The Information Society Project at Yale Law School is an intellectual center addressing the implications of the Internet and new information technologies for law and society, guided by the values of democracy, development, and civil liberties. Areas of focus include copyright, media law and policy, and privacy.
ABSTRACT: The Swedish Pirate Party emerged as a political force in 2006 when a group of software programmers and file-sharing geeks protested the police takedown of The Pirate Bay, a Swedish file-sharing search engine. The Swedish Pirate Party, and later the German Pirate Party, came to be identified with a “free culture" message that came into conflict with the European Union’s legal system. In this book, Patrick Burkart examines the emergence of Pirate politics as an umbrella cyberlibertarian movement that views file sharing as a form of free expression and advocates for the preservation of the Internet as a commons. He links the Pirate movement to the Green movement, arguing that they share a moral consciousness and an explicit ecological agenda based on the notion of a commons, or public domain. The Pirate parties, like the Green Party, must weigh ideological purity against pragmatism as they move into practical national and regional politics.
Burkart uses second-generation critical theory and new social movement theory as theoretical perspectives for his analysis of the democratic potential of Pirate politics. After setting the Pirate parties in conceptual and political contexts, Burkart examines European antipiracy initiatives, the influence of the Office of the U.S. Trade Representative, and the pressure exerted on European governance by American software and digital exporters. He argues that pirate politics can be seen as “cultural environmentalism," a defense of Internet culture against both corporate and state colonization.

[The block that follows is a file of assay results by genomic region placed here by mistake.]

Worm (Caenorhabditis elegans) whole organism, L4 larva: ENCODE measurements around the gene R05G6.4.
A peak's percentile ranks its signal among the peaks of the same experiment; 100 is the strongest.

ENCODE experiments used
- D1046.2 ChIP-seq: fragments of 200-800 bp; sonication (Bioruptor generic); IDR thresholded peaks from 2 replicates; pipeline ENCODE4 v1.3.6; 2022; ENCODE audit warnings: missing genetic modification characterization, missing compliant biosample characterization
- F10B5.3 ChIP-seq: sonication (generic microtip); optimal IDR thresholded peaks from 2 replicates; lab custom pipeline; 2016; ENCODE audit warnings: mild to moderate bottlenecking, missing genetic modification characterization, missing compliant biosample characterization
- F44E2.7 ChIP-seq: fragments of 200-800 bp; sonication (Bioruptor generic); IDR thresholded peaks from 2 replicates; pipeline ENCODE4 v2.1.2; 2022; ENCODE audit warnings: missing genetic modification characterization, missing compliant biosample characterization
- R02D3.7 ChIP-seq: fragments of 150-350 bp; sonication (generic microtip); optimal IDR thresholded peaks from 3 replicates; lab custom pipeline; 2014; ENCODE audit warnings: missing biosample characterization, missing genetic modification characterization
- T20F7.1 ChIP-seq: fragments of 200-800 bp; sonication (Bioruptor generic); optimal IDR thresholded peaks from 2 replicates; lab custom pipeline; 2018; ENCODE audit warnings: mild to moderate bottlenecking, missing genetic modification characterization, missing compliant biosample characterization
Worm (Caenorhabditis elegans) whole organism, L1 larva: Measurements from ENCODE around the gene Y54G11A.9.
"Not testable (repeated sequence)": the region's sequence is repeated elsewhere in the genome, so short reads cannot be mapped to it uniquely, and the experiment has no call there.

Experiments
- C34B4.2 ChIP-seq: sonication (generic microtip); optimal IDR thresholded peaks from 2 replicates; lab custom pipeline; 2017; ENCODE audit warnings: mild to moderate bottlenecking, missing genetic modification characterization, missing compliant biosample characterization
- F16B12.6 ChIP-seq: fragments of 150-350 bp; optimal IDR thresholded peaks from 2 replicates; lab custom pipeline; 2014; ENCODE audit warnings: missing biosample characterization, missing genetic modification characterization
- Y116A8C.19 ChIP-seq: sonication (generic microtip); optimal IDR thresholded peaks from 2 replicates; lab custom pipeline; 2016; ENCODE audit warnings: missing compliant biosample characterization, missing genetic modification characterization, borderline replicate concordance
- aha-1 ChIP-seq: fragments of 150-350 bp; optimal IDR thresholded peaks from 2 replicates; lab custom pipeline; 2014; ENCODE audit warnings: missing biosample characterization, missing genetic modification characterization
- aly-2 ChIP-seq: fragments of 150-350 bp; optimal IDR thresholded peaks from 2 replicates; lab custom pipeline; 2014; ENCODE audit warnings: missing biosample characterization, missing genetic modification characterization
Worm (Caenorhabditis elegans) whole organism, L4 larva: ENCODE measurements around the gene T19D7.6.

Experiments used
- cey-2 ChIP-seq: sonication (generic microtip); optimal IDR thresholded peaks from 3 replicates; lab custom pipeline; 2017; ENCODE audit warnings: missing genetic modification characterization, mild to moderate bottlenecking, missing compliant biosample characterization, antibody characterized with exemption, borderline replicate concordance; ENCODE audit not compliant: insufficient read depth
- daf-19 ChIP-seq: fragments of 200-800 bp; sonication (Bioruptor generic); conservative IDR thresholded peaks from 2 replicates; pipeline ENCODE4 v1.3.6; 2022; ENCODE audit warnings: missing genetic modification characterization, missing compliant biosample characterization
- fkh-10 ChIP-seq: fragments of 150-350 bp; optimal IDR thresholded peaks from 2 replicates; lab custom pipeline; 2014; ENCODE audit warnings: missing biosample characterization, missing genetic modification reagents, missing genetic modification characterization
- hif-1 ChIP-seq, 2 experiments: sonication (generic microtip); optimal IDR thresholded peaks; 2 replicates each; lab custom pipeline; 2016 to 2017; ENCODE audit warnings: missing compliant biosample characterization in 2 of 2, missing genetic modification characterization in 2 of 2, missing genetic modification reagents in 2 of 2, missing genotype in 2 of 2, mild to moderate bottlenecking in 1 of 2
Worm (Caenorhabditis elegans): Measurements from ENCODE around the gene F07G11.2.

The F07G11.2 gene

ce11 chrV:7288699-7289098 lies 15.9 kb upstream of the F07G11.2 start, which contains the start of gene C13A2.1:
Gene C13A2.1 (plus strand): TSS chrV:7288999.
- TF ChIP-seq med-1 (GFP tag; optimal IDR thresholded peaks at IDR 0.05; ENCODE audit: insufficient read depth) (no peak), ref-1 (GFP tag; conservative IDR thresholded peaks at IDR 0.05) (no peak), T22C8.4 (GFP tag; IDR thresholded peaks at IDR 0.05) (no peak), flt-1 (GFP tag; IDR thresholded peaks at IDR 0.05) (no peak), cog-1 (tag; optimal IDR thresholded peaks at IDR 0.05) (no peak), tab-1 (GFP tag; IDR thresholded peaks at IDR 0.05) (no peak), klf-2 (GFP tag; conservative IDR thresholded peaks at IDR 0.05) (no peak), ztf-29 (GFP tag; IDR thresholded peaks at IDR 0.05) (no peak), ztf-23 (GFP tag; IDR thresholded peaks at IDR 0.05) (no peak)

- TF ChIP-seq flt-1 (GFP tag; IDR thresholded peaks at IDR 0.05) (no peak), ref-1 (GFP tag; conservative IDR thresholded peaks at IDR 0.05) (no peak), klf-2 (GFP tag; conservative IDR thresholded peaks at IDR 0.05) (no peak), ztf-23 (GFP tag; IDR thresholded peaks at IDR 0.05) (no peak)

The Internet Underground and the Limits of Surveillance
Co-hosted by the Thompson Reuters Speaker Series at the Information Society Project, the National Security Group at Yale Law School, and the Yale World Fellows Program.
Emily Parker is the author of "Now I Know Who My Comrades Are: Voices From the Internet Underground" (Sarah Crichton Books/Farrar, Straus & Giroux). The book tells the stories of dissident bloggers in China, Cuba and Russia. Mario Vargas Llosa, winner of the 2010 Nobel Prize for Literature, wrote the book is "a rigorously researched and reported account that reads like a thriller. It's been a while since I have read a book that is so entertaining, not to mention so encouraging for the culture of liberty."